9 Simple Tips To Help Prevent Losing Your Dog
Follow these 9 simple tips to help even the most conscious pet parent avoid losing their dog, the most important of which is microchipping them!
It’s every pet parent’s nightmare — their dog goes missing, and waves of guilt, stress and parent anxiety suddenly wash upon our pet-loving souls.
Each year, it is estimated that approximately 10 millions pets are lost each year, and unfortunately, only 15% of dogs that don't have ID tags or microchips are reunited with their pet parents.
But Why Do Dogs Run Away?
Some, if not all, canines an innately adventurous spirit, so when they see an opening, that spirit often takes hold and off they go. They run away for a multitude of reasons:
- They bolt out the door
- They slip out of their collar
- They get scared and jump the fence
If your dog goes missing, would you be reunited? Statistics show that only one in ten dogs who are lost are eventually reunited with their families. What can you do to find a lost dog and be reunited?
Here are a few ways to keep them safe and then facilitate a reunion.
How To Help Reunite With A Lost Dog
- Get your dog microchipped. It’s a quick in-office procedure your veterinarian can perform.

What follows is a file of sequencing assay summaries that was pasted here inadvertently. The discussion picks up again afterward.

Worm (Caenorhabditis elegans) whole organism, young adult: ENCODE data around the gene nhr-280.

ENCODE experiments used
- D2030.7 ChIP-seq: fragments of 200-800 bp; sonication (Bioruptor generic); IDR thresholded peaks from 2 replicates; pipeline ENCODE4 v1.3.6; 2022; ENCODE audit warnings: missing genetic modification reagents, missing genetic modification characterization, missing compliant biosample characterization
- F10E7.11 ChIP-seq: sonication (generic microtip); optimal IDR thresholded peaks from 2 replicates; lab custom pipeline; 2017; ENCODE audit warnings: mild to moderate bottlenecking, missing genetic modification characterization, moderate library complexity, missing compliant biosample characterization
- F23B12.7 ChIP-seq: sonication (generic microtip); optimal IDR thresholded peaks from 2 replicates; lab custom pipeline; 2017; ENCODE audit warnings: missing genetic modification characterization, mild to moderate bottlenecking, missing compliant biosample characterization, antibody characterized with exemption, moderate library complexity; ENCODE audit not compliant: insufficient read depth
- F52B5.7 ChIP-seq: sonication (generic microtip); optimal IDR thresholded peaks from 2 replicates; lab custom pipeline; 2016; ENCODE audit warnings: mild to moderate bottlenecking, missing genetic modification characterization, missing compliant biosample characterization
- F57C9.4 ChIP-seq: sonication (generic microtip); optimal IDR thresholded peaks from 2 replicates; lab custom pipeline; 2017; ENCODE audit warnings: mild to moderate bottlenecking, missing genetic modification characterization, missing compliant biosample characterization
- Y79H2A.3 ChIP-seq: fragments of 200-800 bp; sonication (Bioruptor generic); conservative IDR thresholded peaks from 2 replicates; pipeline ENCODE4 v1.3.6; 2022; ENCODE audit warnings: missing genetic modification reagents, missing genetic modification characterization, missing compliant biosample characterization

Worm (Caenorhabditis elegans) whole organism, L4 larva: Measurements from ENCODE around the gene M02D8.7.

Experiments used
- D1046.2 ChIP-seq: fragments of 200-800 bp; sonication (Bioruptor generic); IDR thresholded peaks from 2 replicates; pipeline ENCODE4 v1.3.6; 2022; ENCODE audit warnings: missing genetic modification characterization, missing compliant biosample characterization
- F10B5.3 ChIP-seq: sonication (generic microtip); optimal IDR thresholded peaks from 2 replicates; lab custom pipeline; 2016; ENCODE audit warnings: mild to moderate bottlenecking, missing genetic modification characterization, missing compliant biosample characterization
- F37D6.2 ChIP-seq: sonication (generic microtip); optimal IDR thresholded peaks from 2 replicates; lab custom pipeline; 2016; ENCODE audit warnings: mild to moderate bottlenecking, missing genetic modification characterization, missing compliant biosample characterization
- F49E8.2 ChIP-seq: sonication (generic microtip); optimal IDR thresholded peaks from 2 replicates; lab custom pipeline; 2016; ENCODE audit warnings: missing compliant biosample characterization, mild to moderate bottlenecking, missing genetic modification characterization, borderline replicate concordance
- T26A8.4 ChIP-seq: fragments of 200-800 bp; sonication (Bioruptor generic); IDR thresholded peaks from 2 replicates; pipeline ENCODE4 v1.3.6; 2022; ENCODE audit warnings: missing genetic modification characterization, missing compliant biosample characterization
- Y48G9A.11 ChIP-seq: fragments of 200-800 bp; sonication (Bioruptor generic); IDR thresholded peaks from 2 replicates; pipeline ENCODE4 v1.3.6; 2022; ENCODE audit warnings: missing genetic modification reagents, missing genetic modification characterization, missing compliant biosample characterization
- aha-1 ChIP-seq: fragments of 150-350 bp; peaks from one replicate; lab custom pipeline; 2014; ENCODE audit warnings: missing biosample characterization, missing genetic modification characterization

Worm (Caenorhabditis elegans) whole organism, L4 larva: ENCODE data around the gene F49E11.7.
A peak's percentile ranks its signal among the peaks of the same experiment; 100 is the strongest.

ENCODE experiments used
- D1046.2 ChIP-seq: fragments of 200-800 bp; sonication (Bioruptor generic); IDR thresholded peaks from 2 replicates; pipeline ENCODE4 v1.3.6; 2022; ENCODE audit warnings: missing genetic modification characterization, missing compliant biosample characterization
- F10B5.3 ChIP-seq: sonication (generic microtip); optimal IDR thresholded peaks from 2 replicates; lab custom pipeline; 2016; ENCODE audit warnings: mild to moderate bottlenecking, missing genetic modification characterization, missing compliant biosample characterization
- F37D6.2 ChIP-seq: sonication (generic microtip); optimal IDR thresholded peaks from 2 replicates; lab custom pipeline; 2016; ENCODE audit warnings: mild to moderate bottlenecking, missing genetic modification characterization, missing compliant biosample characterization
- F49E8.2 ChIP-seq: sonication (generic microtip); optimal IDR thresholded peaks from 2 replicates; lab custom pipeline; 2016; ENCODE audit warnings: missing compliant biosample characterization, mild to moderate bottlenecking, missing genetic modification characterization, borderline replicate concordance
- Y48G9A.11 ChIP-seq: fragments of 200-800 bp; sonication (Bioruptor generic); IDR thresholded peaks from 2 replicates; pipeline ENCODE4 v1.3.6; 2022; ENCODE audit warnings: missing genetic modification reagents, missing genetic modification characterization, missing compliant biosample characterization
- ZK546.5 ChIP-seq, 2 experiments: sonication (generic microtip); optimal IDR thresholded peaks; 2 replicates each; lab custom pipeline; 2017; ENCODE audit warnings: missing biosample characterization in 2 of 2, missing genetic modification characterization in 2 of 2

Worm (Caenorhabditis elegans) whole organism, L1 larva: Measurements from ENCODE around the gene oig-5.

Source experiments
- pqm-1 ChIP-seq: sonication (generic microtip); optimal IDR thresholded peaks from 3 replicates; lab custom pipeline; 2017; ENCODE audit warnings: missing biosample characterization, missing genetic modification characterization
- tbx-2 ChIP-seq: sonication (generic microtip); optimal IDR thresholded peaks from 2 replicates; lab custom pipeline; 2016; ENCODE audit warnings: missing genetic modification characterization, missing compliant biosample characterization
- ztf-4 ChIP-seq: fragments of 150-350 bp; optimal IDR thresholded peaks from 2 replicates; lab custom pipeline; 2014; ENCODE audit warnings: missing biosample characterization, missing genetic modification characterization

- Once your dog is microchipped, make certain your contact information is correct on the microchip website.
- Have your dog wear a collar with a tag that has your contact information. Keep in mind, a collar is a visual way for someone who finds your dog to contact you. A microchip will require the good samaritan take your dog to a vet or shelter to have him scanned for a chip.
- Keep your dog on a leash when you’re out for a walk unless you’re in a securely fenced in area.
- Train your dog to stay away from the open doors at your home so he can’t bolt.
- If your dog is nervous in certain situations, keep him home and away from those things and situations that may scare him and cause him to slip his collar.
- Put your dog in a harness. It’s much harder to slip out of a harness.
- If your dog gets loose, don’t chase him and don’t call his name. Immediately sit on the ground and ignore him. Don’t make eye contact, don’t whistle. Even the most well-trained dog may get spooked and run into a dangerous situation when she’s loose. You may even try to sing a song when you’re searching for your dog - she will recognize your voice, but if you’re not calling her name she may come up to you.
- Always have up-to-date photos of your dog and of you and your dog. Current photos will be helpful if you’re posting on social media to try and find him.
When you get a new dog or puppy, work with him on the “come” command. Offer praise and treats every time he comes back to you. Getting him to come to you when you call him can be a literal lifesaver.
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